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Jacoco: Java Code Coverage

Jacoco (Java Code Coverage) is a tool for measing code coverage in Java.

Here are some additional articles:

How to read the test coverage reports

First, read about test coverage in general to understand line vs branch coverage:

  • If any line of code is red, that means it is not tested at all—it is being missed by line coverage
  • If a line of code is yellow, it means there are multiple ways to execute the line.
    • it may have an if/else, or a boolean expression involving && or ||, and thus there are multiple paths through the code (multiple branches).
    • Yellow means it is being missed by branch coverage; some branches are covered, and others are not.
    • Think about the multiple paths through the code and be sure your tests cover all of them.

Getting Test Coverage Reports from GitHub Actions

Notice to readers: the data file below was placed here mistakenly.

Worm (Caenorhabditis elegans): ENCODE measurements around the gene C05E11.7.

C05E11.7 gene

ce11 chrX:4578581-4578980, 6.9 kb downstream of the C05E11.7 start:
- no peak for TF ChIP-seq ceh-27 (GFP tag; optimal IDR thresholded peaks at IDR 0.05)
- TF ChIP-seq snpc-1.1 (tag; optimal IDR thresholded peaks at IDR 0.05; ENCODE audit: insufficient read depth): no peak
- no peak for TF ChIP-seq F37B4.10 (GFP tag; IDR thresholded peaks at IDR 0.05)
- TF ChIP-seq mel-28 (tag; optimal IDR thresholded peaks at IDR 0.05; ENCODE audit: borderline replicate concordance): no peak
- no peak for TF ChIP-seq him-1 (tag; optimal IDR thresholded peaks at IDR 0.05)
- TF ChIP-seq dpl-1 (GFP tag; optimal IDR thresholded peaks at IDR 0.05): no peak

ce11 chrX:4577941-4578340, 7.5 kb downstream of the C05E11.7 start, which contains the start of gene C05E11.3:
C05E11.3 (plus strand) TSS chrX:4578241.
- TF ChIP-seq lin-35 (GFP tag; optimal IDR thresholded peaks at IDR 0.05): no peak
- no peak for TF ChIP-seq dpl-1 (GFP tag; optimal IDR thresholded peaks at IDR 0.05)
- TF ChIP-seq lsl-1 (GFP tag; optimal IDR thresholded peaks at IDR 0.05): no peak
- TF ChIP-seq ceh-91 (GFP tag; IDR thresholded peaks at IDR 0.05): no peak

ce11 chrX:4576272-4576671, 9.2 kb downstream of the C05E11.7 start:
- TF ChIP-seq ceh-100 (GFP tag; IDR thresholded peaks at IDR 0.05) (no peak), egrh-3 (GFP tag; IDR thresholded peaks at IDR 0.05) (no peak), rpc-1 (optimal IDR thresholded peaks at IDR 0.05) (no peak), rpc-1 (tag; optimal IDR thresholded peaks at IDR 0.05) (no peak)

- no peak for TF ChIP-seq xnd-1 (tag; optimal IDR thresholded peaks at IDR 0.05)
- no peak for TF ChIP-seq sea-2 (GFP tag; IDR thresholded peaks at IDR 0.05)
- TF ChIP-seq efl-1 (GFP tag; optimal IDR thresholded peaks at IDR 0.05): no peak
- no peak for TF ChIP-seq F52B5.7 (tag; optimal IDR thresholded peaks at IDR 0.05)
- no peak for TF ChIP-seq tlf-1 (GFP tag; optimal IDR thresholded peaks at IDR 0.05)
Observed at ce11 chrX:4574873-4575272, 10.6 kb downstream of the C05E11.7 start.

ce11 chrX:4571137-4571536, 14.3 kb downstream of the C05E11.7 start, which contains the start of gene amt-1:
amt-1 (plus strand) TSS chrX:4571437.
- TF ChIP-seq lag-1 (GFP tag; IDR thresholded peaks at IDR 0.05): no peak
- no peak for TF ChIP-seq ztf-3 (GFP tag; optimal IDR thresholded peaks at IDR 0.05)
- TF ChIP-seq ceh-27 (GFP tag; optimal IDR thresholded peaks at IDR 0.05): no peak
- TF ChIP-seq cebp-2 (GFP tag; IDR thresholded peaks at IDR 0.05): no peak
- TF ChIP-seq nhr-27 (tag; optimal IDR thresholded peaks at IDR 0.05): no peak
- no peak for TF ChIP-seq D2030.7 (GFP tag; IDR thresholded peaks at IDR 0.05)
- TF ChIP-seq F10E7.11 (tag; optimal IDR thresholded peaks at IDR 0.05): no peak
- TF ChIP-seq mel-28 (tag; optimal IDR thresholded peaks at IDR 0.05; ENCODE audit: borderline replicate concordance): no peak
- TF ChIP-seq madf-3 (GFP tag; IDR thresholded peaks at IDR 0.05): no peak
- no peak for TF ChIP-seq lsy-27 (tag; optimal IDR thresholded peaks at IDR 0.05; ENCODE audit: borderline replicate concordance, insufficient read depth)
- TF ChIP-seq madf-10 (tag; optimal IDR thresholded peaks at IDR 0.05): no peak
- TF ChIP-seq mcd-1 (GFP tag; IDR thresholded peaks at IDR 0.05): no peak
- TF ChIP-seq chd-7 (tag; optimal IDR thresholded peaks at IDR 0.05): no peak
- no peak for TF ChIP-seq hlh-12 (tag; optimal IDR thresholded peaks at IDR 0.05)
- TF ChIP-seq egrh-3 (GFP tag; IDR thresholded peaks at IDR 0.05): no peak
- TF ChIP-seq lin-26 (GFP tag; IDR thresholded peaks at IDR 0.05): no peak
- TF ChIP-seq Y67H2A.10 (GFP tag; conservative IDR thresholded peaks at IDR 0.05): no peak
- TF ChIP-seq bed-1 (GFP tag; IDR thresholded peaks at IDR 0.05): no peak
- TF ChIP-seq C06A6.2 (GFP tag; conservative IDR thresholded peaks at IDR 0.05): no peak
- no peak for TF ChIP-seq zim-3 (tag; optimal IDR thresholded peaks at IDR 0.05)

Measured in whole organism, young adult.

When Jacoco fails on CI/CD, i.e. on GitHub Actions, it can be difficult to determine what went wrong from the logs. Instead, you can download what are called artifacts. Here’s how:

  • In this example, I added a bit of stupid code to one of the controllers, code that has no test coverage. (Note that this code serves no useful purpose other than to illustrate some code that isn’t covered by tests.) Here’s the code I added for which I added no tests:
          if (psId == 9999) {
            throw new Exception("test for code coverage");
  • Let’s see what happened when I submitted this to CI/CD (i.e. did a pull request and GitHub Actions ran jacoco). Sure enough, it failed, as we can see from the red X in this screen shot image
  • We then go into the PR in more detail to see which part of the GitHub Actions failed, and we see that Jacoco was one of the parts that failed, as seen in this screen shot: image
  • Now what? The log is too long. But if we follow the steps shown in this animation, we can click “Summary”, then “Artifacts”. This downloads a zip file which, when uncompressed, contains the files for the Jacoco report. If we open index.html in a web browser, we can read the report and see exactly which lines are not covered by tests: